Also, the fairy tale image is too…I dunno, homogenous? The population wasn't all vaguely-brown Muslim people. It was the Crusades, first of all, and there were plenty of Crusaders in the Middle East at the time—and not just the armies imported from France and Italy, but natives too: kings and princes who had been in the area for ages, like the Kingdom of Jerusalem or the Kingdom of Tripoli. And, of course, the big cities had plenty of non-Muslims: Damascus would get all the far-flung traders coming in from the Silk Road, Jerusalem would get two hundred different kinds of pilgrims, and Acre was a port city where ships would go to Italy and Egypt and beyond. There were universities there. They were seats of government. They had, like, cool stuff that attracted all sorts of tourists. These were big cosmopolitan cities, some of the most important cities in the world at the time, and there was plenty of diversity because you can't become a big city without being at the crossroads of something. (I hope that came through in the story. I tried to go for "big" and "cosmopolitan" in Damascus and Jerusalem, but Isra doesn't actually get out that much, sadly.)

Okay. Women specifically.

They were oppressed to varying degrees, but so were women everywhere else in the world, because this was way before feminism. There's a whole thing about the hidden woman—ie, if you were a woman, you stayed inside the house where no one could see you—but for the bulk of the population this would have immensely impractical; you can't afford to discount half your workforce when your entire economy is based on agriculture and you haven't invented tractors yet. If you were poor, you went out in the fields and did work like anyone else, woman or not, and you wore veils because this is the Middle East and it gets really hot in the middle of the day. On the other hand, if you were rich then you could afford to hide your women this way, and plenty of people did, but once you start talking about money then the rules get bent. Wealthy noble women did participate in public life: they had political power via influence husbands/sons/brothers, they could donate money for charitable causes like building schools or libraries, they could get educations and involve themselves in the academics of the day. They had to be discreet, but they weren't powerless. Of course it would take a very indulgent parent to put up with Rasha (and she's pretty much unmarriageable) but girls like Isra and Sarai would've been accepted, if you took out the part where they're secretly Assassins.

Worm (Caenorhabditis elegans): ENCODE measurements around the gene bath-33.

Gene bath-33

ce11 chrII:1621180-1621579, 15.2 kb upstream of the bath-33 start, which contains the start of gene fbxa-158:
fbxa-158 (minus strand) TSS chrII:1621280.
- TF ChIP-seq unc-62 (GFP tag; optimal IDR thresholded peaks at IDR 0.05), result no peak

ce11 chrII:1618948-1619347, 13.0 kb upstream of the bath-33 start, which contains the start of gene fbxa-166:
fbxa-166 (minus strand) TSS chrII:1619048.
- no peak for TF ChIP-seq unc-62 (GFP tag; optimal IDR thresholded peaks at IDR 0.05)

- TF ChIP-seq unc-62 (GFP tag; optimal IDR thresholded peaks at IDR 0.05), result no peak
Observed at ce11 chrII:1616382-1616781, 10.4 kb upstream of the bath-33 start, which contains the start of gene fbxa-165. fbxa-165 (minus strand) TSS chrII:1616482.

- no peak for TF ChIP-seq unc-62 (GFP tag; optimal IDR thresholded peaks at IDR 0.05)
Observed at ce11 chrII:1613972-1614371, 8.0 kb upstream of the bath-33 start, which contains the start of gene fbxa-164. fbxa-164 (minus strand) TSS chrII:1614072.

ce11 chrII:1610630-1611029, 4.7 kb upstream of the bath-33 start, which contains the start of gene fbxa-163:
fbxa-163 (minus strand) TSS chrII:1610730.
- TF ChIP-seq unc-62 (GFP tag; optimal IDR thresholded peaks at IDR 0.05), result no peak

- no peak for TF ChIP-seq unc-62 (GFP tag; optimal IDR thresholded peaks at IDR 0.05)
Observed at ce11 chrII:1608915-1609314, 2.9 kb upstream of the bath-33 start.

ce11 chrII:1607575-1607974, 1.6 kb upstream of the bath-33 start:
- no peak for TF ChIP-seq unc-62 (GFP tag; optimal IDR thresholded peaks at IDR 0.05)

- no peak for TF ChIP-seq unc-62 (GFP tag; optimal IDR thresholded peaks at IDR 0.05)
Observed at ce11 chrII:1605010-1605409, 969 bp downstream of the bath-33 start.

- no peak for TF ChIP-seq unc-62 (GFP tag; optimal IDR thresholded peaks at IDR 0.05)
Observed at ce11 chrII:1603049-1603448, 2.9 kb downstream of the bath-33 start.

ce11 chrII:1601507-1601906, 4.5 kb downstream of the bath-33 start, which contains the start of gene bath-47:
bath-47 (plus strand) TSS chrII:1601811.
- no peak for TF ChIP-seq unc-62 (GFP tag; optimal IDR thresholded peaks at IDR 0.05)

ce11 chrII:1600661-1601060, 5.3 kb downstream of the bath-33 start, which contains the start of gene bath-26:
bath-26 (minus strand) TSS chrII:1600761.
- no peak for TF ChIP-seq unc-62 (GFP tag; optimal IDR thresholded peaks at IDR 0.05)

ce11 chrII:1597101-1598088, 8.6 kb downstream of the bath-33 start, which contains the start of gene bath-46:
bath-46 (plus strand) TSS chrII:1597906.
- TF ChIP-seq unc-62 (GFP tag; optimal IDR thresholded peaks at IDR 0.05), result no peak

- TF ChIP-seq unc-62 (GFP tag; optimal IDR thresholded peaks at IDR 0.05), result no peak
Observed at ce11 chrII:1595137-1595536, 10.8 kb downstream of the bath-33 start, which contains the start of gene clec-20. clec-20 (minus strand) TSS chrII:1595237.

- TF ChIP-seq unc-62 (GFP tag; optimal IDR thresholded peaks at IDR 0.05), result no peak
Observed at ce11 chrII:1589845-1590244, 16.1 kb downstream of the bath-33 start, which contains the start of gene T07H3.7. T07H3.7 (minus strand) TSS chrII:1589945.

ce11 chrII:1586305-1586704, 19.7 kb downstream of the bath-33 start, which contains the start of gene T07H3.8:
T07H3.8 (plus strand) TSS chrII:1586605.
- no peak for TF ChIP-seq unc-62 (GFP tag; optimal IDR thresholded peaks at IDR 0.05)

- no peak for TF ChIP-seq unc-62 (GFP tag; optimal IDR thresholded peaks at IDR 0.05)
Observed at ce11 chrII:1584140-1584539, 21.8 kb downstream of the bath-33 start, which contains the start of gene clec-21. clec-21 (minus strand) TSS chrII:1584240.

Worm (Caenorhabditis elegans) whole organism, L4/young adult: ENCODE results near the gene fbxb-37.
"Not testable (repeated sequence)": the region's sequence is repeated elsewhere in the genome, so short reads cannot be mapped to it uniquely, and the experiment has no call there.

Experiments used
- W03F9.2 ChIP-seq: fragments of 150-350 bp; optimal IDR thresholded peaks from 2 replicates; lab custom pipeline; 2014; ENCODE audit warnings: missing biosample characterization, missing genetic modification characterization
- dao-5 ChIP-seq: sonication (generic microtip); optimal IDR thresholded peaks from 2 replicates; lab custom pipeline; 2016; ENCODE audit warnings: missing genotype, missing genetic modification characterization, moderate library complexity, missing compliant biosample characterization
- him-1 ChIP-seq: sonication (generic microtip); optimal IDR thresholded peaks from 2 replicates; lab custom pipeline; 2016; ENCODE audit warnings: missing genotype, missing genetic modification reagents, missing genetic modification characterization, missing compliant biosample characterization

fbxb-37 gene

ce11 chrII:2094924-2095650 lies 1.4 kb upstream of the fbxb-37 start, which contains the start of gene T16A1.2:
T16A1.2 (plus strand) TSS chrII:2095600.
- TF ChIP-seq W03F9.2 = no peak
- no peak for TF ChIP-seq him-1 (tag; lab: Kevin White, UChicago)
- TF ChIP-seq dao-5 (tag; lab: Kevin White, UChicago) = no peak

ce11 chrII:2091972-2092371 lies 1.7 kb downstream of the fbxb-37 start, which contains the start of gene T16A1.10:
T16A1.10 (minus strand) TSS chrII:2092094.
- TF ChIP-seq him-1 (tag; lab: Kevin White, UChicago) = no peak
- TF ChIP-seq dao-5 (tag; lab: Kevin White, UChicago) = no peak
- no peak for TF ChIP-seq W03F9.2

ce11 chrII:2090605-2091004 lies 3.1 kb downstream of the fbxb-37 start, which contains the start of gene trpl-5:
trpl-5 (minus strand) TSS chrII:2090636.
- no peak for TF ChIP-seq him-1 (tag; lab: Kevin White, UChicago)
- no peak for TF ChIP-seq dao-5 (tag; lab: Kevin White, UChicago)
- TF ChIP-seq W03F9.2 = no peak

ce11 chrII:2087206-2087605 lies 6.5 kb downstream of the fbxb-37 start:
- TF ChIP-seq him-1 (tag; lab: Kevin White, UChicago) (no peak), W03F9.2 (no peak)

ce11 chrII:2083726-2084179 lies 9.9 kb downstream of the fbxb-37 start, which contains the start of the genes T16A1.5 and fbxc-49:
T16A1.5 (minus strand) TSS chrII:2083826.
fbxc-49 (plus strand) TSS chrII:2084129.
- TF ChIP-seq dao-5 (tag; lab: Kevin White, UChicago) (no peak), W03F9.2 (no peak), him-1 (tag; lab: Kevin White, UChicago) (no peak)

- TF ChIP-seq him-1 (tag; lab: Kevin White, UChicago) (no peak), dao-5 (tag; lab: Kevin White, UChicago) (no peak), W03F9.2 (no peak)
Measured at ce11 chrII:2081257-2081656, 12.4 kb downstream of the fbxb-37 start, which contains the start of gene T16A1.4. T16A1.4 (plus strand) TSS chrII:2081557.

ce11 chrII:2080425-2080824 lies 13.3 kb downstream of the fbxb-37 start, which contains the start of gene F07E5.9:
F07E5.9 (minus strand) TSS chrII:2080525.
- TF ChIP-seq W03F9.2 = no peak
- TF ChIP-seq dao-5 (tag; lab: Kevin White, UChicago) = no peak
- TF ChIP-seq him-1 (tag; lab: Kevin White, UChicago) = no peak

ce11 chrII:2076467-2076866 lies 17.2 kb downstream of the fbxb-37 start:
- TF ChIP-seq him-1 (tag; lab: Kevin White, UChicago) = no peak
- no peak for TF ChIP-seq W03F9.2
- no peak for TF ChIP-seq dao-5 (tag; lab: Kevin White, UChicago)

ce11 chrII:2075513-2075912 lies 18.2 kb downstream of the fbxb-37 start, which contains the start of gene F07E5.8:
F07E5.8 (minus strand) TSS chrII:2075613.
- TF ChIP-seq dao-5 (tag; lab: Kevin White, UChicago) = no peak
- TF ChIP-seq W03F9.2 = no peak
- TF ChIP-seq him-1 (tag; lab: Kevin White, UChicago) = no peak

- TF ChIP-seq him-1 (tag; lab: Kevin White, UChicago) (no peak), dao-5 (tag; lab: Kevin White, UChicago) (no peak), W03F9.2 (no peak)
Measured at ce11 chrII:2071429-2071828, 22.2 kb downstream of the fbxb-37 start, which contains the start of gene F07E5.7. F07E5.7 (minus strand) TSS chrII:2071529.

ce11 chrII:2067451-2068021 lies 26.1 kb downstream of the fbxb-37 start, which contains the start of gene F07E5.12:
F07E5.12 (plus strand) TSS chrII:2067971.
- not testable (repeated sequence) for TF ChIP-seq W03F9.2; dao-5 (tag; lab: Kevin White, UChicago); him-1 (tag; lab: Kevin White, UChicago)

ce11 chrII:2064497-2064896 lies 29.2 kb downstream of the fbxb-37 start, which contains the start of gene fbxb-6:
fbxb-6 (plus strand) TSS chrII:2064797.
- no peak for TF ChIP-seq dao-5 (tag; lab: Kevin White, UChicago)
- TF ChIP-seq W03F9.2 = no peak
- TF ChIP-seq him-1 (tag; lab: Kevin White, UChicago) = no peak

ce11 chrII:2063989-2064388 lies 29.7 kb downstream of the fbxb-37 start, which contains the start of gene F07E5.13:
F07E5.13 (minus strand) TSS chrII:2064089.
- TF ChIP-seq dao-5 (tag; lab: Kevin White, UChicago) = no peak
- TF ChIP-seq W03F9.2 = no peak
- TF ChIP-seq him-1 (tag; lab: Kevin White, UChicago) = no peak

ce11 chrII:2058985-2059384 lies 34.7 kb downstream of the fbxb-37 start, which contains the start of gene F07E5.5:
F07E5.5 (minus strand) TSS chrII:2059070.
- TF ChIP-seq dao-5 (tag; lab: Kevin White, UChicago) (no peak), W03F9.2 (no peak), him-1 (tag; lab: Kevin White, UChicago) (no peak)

Anyway it doesn't matter if Isra is a believable character or not in the context of the Third Crusade; what's more important is that she be believable in the context of the Assassin's Creed universe, which takes a lot of liberties with history as it is, and that everything I write is internally consistent. So thanks for reading this, and sorry if it's not very organized since I wrote it on the fly, and please don't message me asking for sources because I'm too lazy to look them up because it's two in the morning. Oh, and feel free to e-mail/review/whatever with your own thoughts, I'd love to hear them, but please don't expect a reply. (Although if someone cares enough to start a forum discussion or something, I'll respond there, I just don't want to have five individual discussions going on, because, well, you'd rather have the next chapter, right?)